The fortuitous discovery of a stellar beacon near the supermassive black hole at the center of the Milky Way has provided astronomers with the first direct measurement of the magnetic field surrounding a black hole. The finding, reported August 14 in Nature, supports astronomers’ hypothesis that strong magnetic fields prevent black holes from gorging on gas and dust.
In late April, two NASA space telescopes spotted a strange X-ray outburst from the galactic center that appeared every four seconds or so. Its repetition was the telltale signal of a pulsar, a rapidly rotating stellar corpse that, like a lighthouse, emits a beam of radiation. Astronomers quickly pointed ground-based scopes, including the 100-meter Effelsberg radio telescope near Bonn, Germany, at the spot. As radio waves travel from the pulsar toward Earth, they encounter magnetic fields generated by clouds of gas getting pulled in by the Milky Way’s central supermassive black hole, called Sagittarius A*. The fields twist the radio waves, which initially oscillated in one direction, into corkscrews.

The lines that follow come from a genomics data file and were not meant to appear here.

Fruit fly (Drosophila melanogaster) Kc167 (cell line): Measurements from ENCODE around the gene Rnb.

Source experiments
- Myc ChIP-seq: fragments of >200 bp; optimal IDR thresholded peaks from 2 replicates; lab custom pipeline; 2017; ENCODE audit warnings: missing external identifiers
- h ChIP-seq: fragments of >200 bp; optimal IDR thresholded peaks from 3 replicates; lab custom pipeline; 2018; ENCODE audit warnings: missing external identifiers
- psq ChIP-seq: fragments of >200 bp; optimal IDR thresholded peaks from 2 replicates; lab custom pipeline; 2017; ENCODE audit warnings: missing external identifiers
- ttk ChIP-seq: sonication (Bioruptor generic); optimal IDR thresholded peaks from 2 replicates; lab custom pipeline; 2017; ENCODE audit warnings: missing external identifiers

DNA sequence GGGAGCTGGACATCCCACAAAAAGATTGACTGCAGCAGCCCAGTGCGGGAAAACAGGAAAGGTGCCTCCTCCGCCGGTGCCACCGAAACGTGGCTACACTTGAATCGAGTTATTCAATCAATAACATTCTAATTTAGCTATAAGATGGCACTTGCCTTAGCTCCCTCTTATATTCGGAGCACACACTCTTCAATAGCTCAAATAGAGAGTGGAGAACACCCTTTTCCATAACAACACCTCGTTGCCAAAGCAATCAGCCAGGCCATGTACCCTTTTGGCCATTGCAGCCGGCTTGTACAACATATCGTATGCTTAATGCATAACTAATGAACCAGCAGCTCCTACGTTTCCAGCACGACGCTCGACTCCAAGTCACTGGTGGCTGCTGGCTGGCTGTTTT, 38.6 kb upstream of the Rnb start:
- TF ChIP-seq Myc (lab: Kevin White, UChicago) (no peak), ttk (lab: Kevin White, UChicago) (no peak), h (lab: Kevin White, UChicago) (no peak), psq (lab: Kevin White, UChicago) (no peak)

By measuring this twisting effect, the researchers determined that the magnetic field around Sagittarius A* is relatively strong. Roughly 150 light-years from the black hole’s core, the field is only one-hundredth of the strength of the magnetic field around Earth. But the researchers estimate that the field likely strengthens by five orders of magnitude just outside Sagittarius A*’s core.